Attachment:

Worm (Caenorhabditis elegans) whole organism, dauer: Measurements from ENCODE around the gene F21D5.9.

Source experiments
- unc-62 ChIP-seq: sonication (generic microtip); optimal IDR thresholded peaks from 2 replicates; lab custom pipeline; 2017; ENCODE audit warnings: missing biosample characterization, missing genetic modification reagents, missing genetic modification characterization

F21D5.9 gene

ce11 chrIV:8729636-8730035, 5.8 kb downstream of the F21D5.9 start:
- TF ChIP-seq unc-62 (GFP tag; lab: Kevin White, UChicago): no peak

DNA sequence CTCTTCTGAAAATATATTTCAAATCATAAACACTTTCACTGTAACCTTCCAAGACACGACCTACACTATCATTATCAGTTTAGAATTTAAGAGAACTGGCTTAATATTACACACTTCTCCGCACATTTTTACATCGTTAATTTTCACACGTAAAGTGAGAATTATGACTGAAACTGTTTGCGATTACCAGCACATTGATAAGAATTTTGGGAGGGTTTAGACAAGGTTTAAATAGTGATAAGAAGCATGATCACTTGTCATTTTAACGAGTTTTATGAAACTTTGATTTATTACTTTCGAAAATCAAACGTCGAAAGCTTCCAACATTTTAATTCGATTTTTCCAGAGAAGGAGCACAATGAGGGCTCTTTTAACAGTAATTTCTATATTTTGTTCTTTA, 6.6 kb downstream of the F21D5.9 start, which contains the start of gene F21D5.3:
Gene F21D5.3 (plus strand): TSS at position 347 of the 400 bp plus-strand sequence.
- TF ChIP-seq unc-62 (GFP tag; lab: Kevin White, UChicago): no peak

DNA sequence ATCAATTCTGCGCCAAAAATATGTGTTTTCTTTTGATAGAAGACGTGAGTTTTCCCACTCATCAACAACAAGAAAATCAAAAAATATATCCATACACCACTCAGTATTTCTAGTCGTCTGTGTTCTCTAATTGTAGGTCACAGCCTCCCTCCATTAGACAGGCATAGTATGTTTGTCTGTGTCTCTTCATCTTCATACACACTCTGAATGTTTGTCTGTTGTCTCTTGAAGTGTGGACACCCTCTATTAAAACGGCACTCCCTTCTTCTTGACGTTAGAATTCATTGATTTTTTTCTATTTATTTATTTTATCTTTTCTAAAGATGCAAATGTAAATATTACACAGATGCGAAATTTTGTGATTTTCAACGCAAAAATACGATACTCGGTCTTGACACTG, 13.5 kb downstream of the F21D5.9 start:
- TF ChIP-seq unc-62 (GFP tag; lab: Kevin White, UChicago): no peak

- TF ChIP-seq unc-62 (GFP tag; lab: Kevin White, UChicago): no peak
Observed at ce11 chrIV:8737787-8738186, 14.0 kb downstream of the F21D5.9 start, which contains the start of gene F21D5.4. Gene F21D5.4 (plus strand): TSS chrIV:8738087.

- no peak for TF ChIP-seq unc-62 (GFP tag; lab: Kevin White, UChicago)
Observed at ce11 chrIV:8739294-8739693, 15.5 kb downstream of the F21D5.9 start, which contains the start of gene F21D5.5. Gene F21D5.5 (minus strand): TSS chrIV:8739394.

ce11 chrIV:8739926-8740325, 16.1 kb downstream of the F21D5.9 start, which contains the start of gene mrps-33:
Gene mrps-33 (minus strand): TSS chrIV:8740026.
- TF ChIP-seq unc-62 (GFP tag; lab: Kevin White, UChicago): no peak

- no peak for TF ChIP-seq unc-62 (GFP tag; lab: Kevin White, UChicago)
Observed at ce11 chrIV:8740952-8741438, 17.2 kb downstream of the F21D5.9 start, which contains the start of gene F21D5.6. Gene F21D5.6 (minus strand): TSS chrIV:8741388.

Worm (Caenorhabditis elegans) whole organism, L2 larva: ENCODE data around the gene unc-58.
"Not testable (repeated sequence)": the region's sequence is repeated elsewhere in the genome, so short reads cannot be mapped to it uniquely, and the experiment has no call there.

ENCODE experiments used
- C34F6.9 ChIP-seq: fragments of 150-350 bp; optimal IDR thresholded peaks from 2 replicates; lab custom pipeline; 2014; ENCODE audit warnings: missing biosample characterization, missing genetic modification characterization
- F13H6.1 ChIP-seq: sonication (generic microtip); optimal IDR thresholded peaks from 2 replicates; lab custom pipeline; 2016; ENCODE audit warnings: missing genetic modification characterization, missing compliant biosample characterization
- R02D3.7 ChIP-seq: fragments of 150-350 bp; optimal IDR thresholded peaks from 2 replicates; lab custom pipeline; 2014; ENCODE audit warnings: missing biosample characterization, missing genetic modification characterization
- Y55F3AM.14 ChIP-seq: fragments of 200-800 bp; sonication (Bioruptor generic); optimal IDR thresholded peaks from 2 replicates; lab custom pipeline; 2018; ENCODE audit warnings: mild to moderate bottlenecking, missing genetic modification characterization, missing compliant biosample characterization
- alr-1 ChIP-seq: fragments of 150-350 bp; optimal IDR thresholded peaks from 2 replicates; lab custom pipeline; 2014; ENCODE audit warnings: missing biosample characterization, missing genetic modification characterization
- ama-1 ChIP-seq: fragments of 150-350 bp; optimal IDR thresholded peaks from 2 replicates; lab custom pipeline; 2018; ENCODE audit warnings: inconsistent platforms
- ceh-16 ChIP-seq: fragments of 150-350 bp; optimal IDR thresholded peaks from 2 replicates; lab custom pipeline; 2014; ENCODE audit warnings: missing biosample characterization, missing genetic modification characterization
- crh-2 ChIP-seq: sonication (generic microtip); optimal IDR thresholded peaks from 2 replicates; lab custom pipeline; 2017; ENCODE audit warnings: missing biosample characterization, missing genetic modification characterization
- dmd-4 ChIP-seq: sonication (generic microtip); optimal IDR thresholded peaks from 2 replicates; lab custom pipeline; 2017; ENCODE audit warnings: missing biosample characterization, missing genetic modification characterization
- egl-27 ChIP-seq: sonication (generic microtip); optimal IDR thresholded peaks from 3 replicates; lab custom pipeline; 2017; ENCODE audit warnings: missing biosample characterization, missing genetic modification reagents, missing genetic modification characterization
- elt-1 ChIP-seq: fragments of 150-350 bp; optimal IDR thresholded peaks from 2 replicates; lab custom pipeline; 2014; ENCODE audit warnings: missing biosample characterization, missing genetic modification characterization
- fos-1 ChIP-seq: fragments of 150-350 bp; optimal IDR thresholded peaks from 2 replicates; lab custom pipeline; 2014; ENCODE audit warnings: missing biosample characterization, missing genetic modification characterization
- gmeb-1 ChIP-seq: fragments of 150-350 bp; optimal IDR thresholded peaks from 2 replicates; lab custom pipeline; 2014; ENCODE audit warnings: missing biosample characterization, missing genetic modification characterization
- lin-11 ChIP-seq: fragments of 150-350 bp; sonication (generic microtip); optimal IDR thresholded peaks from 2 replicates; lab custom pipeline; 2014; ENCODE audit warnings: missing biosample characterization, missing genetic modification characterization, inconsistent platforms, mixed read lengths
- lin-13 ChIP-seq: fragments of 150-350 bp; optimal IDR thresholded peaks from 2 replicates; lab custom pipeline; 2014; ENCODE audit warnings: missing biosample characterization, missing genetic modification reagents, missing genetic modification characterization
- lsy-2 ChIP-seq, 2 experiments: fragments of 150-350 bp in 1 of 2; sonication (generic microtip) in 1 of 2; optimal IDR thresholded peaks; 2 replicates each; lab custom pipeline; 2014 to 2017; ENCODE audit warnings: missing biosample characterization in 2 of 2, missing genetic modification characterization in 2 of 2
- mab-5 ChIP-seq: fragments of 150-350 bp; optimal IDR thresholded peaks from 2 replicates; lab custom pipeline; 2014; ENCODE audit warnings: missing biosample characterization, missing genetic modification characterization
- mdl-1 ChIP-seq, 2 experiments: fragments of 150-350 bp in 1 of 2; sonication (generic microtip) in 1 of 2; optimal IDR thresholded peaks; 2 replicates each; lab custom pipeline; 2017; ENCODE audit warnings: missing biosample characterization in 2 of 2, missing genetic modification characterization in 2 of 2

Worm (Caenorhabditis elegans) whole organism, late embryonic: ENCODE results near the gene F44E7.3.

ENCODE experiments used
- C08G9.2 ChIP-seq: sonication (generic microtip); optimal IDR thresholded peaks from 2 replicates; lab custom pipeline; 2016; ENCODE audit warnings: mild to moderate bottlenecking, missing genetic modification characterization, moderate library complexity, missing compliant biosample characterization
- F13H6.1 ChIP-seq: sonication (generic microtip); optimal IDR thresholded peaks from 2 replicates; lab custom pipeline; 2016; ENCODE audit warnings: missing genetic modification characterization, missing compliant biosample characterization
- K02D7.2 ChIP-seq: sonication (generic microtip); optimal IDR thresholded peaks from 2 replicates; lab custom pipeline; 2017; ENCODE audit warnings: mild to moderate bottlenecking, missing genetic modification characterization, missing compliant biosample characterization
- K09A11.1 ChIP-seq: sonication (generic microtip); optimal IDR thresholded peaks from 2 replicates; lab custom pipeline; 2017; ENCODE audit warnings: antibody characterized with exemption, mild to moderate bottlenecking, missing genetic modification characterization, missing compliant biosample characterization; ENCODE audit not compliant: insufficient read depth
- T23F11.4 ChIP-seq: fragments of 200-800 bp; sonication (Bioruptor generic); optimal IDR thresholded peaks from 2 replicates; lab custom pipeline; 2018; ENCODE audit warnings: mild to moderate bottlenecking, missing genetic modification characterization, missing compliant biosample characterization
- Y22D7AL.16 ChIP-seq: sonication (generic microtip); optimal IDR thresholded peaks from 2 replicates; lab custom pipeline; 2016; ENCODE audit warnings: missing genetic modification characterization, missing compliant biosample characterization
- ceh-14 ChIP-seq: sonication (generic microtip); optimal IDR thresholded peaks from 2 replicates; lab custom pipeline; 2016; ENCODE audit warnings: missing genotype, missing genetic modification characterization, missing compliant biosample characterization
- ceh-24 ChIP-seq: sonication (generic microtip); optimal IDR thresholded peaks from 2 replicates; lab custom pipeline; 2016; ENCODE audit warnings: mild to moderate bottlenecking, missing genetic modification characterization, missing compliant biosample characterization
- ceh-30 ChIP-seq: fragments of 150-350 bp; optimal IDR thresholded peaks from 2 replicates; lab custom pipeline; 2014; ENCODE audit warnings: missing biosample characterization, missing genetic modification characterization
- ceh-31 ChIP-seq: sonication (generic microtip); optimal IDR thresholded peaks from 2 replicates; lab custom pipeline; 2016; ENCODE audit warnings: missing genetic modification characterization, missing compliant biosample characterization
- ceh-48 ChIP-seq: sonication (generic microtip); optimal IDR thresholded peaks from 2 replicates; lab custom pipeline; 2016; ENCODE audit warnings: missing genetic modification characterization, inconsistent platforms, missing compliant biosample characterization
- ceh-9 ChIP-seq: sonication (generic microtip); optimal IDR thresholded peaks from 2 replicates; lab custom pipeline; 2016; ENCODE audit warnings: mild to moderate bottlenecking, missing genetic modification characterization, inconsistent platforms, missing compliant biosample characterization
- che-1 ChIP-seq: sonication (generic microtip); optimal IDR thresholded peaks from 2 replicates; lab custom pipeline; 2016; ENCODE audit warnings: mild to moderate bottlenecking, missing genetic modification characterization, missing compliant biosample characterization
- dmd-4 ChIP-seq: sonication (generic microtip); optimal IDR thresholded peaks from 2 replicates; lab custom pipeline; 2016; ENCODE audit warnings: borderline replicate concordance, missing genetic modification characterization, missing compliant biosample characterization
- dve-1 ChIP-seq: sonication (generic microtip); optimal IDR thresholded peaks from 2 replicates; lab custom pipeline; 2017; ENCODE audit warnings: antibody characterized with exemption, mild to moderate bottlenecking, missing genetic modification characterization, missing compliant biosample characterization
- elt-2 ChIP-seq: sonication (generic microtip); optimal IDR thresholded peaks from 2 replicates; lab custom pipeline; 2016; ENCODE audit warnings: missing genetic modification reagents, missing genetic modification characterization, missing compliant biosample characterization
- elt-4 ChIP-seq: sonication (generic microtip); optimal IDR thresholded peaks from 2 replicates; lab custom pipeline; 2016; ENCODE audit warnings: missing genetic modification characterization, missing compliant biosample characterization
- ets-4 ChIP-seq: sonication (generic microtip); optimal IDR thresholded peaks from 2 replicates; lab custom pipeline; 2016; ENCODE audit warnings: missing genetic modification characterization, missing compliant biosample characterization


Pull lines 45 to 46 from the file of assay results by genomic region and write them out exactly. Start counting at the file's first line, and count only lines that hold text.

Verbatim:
- F13H6.1 ChIP-seq: sonication (generic microtip); optimal IDR thresholded peaks from 2 replicates; lab custom pipeline; 2016; ENCODE audit warnings: missing genetic modification characterization, missing compliant biosample characterization
- K02D7.2 ChIP-seq: sonication (generic microtip); optimal IDR thresholded peaks from 2 replicates; lab custom pipeline; 2017; ENCODE audit warnings: mild to moderate bottlenecking, missing genetic modification characterization, missing compliant biosample characterization